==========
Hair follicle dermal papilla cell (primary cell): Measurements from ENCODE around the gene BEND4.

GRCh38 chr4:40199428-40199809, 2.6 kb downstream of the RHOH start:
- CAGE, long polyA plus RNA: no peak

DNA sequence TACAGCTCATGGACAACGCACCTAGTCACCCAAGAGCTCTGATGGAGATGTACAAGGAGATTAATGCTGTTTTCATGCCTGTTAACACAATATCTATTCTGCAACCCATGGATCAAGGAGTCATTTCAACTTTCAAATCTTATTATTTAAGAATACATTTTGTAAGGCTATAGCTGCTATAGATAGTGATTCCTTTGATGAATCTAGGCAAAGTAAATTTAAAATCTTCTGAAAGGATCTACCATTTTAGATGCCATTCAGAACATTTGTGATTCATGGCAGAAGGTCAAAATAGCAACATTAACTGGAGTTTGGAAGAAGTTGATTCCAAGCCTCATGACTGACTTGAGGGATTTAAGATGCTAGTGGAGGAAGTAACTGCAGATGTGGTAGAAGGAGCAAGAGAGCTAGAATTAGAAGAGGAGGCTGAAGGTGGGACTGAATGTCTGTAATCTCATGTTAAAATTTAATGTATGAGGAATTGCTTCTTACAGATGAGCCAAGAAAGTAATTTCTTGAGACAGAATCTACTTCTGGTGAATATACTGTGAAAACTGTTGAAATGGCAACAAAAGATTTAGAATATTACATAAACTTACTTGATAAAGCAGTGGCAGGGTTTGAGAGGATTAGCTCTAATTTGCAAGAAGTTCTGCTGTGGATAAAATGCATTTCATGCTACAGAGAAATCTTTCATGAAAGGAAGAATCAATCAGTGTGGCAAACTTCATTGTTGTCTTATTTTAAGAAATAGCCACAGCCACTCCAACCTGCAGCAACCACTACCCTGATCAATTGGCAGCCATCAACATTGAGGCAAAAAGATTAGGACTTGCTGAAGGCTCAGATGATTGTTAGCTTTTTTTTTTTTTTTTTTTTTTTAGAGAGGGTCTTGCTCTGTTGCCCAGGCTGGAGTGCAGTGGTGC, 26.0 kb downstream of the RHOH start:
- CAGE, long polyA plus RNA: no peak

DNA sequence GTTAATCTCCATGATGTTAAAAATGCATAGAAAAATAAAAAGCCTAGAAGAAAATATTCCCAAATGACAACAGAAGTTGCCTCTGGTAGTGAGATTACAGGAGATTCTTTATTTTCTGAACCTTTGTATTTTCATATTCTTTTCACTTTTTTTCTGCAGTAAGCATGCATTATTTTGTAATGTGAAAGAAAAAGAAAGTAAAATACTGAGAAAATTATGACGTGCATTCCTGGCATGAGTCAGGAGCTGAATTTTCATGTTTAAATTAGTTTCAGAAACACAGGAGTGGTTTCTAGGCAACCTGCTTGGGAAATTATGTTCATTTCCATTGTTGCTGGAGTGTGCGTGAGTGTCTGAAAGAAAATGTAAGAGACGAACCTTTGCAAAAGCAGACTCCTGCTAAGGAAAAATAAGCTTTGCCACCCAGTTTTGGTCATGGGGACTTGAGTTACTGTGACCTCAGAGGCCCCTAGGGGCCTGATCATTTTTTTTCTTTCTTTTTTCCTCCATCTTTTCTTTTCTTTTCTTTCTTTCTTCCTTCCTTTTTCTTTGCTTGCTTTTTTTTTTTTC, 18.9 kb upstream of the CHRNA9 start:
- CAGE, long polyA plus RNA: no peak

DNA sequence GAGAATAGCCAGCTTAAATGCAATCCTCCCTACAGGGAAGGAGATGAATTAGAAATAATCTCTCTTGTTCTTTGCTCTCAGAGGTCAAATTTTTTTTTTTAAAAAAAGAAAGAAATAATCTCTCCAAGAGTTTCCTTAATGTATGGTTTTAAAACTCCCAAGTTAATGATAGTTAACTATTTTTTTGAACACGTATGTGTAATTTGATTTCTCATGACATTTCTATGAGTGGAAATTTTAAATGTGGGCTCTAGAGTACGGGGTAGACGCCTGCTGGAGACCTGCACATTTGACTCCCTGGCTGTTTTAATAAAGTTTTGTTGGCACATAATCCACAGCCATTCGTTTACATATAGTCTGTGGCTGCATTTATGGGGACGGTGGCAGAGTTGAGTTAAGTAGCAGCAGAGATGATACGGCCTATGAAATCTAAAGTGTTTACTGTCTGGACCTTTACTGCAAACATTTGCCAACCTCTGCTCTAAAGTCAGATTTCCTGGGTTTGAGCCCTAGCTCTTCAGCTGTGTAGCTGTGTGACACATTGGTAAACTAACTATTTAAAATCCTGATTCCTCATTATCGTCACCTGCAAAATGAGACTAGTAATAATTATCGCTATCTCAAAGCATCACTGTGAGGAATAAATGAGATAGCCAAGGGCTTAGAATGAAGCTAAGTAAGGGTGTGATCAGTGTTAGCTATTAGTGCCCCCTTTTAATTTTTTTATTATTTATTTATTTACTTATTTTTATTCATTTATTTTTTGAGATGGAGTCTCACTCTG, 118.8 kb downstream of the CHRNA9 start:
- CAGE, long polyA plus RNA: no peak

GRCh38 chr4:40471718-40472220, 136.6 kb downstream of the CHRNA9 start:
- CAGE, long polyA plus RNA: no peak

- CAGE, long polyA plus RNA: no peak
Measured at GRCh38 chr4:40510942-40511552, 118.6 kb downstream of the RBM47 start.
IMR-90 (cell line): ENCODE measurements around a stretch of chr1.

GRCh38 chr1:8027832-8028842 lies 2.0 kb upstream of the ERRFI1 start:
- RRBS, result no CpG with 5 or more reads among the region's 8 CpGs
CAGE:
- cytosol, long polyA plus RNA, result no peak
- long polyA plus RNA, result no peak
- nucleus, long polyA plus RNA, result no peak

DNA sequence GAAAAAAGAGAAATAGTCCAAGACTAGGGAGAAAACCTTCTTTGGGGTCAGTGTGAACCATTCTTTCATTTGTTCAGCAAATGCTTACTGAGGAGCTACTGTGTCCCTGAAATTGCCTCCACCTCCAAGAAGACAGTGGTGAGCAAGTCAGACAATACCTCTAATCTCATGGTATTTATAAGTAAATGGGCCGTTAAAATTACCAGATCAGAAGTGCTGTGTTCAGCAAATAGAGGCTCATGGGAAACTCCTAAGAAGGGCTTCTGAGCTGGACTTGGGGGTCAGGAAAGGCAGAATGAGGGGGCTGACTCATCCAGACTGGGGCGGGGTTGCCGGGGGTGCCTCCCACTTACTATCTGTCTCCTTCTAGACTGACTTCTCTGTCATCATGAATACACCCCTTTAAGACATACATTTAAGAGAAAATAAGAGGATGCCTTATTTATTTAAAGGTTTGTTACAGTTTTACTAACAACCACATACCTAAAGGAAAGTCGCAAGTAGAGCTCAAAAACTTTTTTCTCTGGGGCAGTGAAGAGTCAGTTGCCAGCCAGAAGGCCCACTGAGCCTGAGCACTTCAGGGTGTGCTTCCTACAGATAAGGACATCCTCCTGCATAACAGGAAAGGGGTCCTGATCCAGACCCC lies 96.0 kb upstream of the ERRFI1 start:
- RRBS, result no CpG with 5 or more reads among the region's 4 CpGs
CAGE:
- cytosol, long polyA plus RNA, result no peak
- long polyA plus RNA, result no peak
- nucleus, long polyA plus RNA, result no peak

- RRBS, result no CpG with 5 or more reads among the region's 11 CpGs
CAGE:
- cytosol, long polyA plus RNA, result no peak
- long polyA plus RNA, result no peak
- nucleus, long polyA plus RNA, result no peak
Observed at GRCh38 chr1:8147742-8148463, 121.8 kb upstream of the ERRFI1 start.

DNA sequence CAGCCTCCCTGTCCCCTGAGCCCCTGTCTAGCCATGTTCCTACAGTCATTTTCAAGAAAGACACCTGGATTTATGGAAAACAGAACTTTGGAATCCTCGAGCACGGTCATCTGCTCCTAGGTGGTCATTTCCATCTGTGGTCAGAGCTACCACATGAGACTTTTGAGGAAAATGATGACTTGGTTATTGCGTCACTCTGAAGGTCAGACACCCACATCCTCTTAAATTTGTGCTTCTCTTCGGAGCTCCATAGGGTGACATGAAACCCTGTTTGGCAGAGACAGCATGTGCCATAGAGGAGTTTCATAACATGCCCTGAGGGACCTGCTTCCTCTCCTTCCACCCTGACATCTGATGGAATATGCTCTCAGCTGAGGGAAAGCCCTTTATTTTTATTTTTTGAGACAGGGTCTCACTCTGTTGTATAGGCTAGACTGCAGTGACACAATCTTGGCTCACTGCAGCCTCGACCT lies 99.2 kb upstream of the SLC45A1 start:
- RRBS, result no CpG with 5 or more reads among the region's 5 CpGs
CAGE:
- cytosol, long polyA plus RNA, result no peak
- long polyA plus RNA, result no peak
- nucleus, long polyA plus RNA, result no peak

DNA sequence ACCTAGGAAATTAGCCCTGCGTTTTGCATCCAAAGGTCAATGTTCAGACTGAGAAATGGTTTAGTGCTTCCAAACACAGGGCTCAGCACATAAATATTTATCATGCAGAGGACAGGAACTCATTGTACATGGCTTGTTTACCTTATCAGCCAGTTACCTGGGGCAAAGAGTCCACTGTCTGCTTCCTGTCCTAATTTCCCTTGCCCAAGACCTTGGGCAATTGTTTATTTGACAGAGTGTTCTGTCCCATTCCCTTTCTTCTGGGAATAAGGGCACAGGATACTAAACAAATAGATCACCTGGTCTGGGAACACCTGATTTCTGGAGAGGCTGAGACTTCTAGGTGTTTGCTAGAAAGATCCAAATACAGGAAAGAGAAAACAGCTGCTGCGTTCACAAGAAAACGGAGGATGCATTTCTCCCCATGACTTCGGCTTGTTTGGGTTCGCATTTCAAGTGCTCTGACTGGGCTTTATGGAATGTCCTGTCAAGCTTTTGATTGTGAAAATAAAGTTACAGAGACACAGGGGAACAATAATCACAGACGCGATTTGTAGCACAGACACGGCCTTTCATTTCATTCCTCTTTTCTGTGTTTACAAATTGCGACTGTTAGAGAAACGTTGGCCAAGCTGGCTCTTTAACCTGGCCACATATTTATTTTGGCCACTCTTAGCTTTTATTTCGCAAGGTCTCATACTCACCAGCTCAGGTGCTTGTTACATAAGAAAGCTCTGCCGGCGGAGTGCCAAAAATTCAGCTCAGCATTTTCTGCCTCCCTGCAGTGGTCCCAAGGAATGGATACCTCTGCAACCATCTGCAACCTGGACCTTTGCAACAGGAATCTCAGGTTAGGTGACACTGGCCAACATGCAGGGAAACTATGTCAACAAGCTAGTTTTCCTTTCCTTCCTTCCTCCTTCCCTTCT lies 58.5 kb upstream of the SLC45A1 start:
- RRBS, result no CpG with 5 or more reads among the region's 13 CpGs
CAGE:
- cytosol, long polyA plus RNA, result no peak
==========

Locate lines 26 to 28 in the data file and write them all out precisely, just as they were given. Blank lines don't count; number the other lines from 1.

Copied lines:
- nucleus, long polyA plus RNA, result no peak

- RRBS, result no CpG with 5 or more reads among the region's 11 CpGs
CAGE: